8. craigslegostuff

    HOW TO BUILD....A drinking fountain!

    Hi everybody! I've decided to start sharing a few ideas and tips for building some of my own creations - starting with this minifig-scale drinking fountain. Why not have a go?! Uses less than 30 pcs.... https://flic.kr/s/aHsmqDoDnP (click this link, not the pic, for full instruction pics)
  9. Moved to main BSTF forum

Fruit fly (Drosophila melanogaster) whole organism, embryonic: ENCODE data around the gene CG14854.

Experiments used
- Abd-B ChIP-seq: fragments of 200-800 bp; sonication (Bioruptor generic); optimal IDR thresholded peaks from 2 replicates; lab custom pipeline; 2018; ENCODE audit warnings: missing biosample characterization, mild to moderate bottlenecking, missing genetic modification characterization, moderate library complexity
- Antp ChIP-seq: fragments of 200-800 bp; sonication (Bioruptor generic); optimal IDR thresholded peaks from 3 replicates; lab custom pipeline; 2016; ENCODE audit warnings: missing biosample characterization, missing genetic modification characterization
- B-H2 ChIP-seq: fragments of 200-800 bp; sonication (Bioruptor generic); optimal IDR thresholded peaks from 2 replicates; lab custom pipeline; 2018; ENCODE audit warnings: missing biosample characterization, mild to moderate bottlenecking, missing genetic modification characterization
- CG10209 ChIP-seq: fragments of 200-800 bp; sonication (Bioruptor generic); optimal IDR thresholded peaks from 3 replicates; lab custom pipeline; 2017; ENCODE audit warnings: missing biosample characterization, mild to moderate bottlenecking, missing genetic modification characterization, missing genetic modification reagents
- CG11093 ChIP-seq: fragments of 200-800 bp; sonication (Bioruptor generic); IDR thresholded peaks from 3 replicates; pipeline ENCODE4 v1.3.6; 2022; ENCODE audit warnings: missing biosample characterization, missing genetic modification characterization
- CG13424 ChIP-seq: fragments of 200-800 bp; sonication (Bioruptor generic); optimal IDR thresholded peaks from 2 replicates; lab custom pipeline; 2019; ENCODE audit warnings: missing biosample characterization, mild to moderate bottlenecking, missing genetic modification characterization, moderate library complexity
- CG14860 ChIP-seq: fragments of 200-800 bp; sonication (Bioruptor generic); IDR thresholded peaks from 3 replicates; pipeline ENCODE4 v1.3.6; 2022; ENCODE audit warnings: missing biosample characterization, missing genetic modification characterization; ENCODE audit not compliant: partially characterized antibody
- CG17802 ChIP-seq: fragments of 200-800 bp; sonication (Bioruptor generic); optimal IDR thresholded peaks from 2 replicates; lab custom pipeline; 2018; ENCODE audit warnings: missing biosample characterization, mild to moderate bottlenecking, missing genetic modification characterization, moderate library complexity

10. Discuss everything pertaining to sets released for the LEGO Creator theme in 2019 here, whether it be for the "Three-In-One" or Expert subthemes. If you wish though, discussion of the annual Expert subthemes for Modular Buildings, the Fairground sets, Landmark builds, Expert-scale cars, and the Winter Village line particularly can take place over at these respectively linked topics instead: Eurobricks - Modular Building Sets - Rumors and Discussion Eurobricks - Fairground Sets - Rumors and Discussion Eurobricks - Creator Expert Landmark Buildings - Rumours and Discussion Eurobricks - Creator Expert Cars - Rumors, Discussion, and Speculation Eurobricks - Winter Village Sets - Rumors and Discussion This post will be updated as further information arrives, including official set numbers, names, and images. Futuristic Flyer (31086) Dune Buggy (31087) Deep Sea Creatures (31088) Sunset Track Racer (31089) Underwater Robot (31090) Shuttle Transporter (31091) Helicopter Adventure (31092) Riverside Houseboat (31093) Race Plane (31094)